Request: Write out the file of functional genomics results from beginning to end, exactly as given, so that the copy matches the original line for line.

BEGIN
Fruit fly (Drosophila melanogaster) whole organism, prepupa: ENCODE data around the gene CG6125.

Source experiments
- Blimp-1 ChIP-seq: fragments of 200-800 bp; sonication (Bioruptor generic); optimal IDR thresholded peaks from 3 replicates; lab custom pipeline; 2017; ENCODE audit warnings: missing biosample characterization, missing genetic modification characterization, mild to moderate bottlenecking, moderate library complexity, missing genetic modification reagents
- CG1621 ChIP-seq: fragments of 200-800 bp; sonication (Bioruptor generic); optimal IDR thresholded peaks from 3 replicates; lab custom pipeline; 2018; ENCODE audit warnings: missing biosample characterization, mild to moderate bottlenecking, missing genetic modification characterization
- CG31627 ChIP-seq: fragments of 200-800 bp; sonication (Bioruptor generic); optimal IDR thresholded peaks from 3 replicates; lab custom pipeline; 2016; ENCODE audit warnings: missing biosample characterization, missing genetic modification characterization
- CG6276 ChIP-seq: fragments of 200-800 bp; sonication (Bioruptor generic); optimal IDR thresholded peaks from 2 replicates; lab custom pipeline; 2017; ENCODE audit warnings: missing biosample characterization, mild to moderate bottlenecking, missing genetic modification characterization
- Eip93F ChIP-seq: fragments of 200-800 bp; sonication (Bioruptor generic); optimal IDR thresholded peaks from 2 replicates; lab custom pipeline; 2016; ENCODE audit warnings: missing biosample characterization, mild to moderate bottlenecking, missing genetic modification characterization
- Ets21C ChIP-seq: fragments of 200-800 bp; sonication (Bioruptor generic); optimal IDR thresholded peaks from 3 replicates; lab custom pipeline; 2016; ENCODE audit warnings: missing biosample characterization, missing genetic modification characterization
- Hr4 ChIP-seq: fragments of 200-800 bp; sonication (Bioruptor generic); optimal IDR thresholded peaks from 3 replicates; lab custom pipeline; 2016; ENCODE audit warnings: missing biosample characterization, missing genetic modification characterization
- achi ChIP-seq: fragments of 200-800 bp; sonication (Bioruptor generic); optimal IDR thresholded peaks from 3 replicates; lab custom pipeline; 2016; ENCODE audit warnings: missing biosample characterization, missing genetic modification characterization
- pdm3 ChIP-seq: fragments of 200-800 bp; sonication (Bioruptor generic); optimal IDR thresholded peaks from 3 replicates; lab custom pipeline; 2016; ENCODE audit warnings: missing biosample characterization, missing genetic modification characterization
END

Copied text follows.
Fruit fly (Drosophila melanogaster) whole organism, prepupa: ENCODE data around the gene CG6125.

Source experiments
- Blimp-1 ChIP-seq: fragments of 200-800 bp; sonication (Bioruptor generic); optimal IDR thresholded peaks from 3 replicates; lab custom pipeline; 2017; ENCODE audit warnings: missing biosample characterization, missing genetic modification characterization, mild to moderate bottlenecking, moderate library complexity, missing genetic modification reagents
- CG1621 ChIP-seq: fragments of 200-800 bp; sonication (Bioruptor generic); optimal IDR thresholded peaks from 3 replicates; lab custom pipeline; 2018; ENCODE audit warnings: missing biosample characterization, mild to moderate bottlenecking, missing genetic modification characterization
- CG31627 ChIP-seq: fragments of 200-800 bp; sonication (Bioruptor generic); optimal IDR thresholded peaks from 3 replicates; lab custom pipeline; 2016; ENCODE audit warnings: missing biosample characterization, missing genetic modification characterization
- CG6276 ChIP-seq: fragments of 200-800 bp; sonication (Bioruptor generic); optimal IDR thresholded peaks from 2 replicates; lab custom pipeline; 2017; ENCODE audit warnings: missing biosample characterization, mild to moderate bottlenecking, missing genetic modification characterization
- Eip93F ChIP-seq: fragments of 200-800 bp; sonication (Bioruptor generic); optimal IDR thresholded peaks from 2 replicates; lab custom pipeline; 2016; ENCODE audit warnings: missing biosample characterization, mild to moderate bottlenecking, missing genetic modification characterization
- Ets21C ChIP-seq: fragments of 200-800 bp; sonication (Bioruptor generic); optimal IDR thresholded peaks from 3 replicates; lab custom pipeline; 2016; ENCODE audit warnings: missing biosample characterization, missing genetic modification characterization
- Hr4 ChIP-seq: fragments of 200-800 bp; sonication (Bioruptor generic); optimal IDR thresholded peaks from 3 replicates; lab custom pipeline; 2016; ENCODE audit warnings: missing biosample characterization, missing genetic modification characterization
- achi ChIP-seq: fragments of 200-800 bp; sonication (Bioruptor generic); optimal IDR thresholded peaks from 3 replicates; lab custom pipeline; 2016; ENCODE audit warnings: missing biosample characterization, missing genetic modification characterization
- pdm3 ChIP-seq: fragments of 200-800 bp; sonication (Bioruptor generic); optimal IDR thresholded peaks from 3 replicates; lab custom pipeline; 2016; ENCODE audit warnings: missing biosample characterization, missing genetic modification characterization